A California coast road trip---Stunningly gorgeous!

Photo of the Big Sur coastline, central California Highway 1, USA

Taking a California coast road trip is, hands down, the most SCENIC way to tour California. In fact, it's one of the most scenic routes that you'll ever drive ANYWHERE. The only problem for vacationers is that unless you actually live along the Pacific Coast, then it will be out-of-the-way for you to get there. On the other hand...no matter how far away you're coming from, the California Coastal Drive will reward you with some of the best scenery in the entire USA!

If you drive the California coastal route to Los Angeles, you'll take longer to reach Southern California than if you were to take Interstate 5. Ah...but isn't the whole purpose of taking a road trip to take a relaxing step away from the rush of everyday life? To refresh yourself with the "joy of living" by discovering new paths and byways that you never knew existed? The scenic route is slower because of its rustic, winding, 2-lane roads...but, on the other hand, the lack of freeways is an integral part of the California Coast's charm and appeal.

This page will cover California's Northern Coastal Route. Not all of the driving will actually hug the coastline, because the route veers inland for a number of miles. You'll also get to enjoy spectacular redwood-viewing, as well, during the time that the road jogs away from the water.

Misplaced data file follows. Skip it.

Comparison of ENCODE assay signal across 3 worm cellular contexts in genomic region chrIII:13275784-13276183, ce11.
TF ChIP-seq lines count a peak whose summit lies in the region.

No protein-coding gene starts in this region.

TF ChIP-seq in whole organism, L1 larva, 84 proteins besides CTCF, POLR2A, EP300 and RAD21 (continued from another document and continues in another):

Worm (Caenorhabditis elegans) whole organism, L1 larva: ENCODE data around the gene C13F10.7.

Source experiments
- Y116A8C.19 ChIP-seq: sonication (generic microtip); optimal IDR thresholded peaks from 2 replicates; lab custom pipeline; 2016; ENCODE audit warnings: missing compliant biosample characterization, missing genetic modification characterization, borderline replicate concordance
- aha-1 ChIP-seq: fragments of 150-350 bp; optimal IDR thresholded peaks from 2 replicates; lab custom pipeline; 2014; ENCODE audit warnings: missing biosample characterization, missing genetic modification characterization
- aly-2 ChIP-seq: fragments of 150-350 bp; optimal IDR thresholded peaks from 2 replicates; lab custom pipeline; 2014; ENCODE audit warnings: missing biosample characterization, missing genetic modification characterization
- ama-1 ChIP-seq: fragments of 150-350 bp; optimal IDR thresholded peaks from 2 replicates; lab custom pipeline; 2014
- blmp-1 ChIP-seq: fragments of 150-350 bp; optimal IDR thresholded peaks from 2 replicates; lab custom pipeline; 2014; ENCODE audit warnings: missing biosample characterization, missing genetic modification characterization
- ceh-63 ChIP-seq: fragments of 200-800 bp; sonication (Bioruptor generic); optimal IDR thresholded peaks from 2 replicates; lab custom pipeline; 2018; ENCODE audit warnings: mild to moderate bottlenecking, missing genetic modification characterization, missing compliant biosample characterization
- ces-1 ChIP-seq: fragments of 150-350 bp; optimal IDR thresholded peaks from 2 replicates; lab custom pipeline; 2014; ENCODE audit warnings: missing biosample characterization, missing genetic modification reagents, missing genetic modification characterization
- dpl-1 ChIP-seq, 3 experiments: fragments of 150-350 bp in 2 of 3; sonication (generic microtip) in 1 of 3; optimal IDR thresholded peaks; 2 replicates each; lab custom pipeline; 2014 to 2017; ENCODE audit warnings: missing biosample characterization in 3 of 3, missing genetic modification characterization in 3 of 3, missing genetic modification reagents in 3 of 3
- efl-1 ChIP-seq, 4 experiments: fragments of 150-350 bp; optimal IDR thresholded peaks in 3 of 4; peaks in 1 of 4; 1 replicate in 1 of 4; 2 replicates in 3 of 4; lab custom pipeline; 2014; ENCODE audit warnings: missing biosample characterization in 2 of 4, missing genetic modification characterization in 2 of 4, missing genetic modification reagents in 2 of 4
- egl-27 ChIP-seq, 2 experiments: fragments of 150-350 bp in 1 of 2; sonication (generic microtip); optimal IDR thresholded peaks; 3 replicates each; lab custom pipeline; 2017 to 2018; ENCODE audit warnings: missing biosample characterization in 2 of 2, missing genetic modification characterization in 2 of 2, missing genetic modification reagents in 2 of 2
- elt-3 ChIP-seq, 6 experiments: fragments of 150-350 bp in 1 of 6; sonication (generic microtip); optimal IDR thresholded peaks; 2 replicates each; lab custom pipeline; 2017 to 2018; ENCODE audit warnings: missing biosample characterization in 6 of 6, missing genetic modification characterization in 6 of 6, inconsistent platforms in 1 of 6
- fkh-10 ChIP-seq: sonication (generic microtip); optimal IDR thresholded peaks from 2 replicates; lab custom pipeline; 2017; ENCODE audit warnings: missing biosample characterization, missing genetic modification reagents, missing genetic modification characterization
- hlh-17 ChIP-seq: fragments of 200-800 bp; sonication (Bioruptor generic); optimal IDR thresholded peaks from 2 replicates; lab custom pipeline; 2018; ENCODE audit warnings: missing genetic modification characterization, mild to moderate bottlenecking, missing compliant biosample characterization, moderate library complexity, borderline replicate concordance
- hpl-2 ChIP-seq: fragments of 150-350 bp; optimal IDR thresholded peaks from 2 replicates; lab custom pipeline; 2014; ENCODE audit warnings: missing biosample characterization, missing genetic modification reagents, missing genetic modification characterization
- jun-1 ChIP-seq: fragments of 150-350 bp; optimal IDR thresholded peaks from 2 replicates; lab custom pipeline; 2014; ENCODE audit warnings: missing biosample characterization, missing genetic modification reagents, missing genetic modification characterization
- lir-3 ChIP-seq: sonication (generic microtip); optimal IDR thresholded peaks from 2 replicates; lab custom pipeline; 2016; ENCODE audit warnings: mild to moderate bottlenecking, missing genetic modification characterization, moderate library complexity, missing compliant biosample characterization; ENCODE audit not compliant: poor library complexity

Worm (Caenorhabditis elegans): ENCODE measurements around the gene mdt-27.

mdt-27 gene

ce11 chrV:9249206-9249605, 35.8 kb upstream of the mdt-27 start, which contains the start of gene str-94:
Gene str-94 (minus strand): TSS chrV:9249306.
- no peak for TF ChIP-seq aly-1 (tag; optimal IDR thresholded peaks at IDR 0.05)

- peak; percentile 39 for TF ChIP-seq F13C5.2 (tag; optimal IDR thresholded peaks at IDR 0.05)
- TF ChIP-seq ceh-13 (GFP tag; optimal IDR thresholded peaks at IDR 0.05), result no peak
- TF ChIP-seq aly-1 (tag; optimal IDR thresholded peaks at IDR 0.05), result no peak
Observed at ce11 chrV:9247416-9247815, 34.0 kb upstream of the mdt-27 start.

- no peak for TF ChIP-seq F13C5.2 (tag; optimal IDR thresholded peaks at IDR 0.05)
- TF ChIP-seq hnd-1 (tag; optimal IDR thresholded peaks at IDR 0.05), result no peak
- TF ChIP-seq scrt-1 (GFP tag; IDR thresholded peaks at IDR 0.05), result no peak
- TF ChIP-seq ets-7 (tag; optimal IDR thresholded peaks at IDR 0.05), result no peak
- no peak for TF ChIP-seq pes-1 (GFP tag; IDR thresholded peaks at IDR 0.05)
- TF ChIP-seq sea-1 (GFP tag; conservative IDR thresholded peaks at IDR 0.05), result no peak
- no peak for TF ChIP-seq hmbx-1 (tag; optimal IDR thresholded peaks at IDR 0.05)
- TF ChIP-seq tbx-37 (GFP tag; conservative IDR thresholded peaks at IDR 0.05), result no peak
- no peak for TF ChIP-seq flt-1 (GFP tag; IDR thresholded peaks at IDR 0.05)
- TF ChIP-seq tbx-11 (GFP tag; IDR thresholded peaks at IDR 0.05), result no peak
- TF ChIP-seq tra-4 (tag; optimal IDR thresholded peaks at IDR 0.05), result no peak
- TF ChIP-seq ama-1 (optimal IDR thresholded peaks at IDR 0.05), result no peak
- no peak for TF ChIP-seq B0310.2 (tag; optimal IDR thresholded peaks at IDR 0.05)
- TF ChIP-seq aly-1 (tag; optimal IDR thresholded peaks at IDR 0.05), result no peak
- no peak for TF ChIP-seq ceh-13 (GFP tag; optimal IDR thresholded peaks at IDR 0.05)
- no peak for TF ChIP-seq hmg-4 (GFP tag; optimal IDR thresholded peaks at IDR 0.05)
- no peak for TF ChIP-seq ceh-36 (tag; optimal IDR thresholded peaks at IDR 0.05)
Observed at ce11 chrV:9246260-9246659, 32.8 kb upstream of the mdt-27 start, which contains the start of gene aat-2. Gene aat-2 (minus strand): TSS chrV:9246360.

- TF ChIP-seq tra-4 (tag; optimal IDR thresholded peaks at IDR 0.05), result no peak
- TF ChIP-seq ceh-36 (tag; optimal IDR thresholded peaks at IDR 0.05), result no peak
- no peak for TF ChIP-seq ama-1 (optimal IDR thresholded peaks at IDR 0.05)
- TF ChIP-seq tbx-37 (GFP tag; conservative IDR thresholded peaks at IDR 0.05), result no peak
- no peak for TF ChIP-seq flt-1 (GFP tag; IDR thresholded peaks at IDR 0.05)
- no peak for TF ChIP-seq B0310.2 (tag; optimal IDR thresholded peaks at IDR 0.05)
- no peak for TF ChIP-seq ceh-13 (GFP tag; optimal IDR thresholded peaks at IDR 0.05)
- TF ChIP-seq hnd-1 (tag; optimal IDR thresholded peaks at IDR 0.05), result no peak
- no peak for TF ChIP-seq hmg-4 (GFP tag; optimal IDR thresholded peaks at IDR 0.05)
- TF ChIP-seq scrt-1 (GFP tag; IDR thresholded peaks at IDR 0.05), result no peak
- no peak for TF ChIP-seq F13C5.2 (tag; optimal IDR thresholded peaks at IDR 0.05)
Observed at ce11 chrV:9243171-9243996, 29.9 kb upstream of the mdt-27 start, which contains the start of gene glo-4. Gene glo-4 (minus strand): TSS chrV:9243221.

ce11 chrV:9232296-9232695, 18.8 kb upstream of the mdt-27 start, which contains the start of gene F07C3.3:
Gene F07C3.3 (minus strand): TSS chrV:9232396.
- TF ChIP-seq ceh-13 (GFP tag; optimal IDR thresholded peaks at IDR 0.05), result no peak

All of the attractions mentioned on this page are north of San Francisco. If you'd like to plan a coastal trip SOUTH of the Bay Area (along the Big Sur coastline,) you'll find that information on the Central California Coast Road Trip page of our site.

Note: this page will not be covering Pacific Coast Highway's scenic inns and hotels. The California coastal route is lined with quaint and charming, one-of-a-kind inns...which are all out of our family's budget range. However, you'll find good pictures and info about top Coast Highway inns on the www.Pacific-Coast-Highway-Travel.com website. Here's a link to that website's "Unique Inns on the Pacific Coast Highway" page, for your enjoyment.

2 Coast Routes---Which do you choose?

Route Map for Napa Valley viewing: There are actually two different "coast" routes that you'll need to consider. Both of these routes hugs the coastline in the far northern part of the state and passes through Redwood National Forest...THEN veers inland for more spectacular redwood-viewing. This includes the fabulous "Avenue of the Giants" scenic road (near Weott) and several beautiful state parks that showcase redwood groves.

However, the route splits into two very different pathways at the town of Leggett. That's where you'll need to decide if you're going to head back towards the coast...or choose the inland route. Adding a convenient side-trip to the famous Napa Valley region is no problem if you choose the inland route. Here's a Google map showing the Inland Route from Crescent City (near the Oregon border) to San Francisco. And here is a Google map showing the Napa Valley side-trip that you may add to your journey (instead of staying on Route 101 through Santa Rosa.) Note: Napa Valley is VERY popular. Traffic can be slow-going during tourist season. However, if you want to see the famous Napa Valley (and many people do,) don't let the relatively relatively heavy traffic deter you. Because of its popularity, if you plan to stay overnight in any Napa Valley town, then you should make hotel reservations.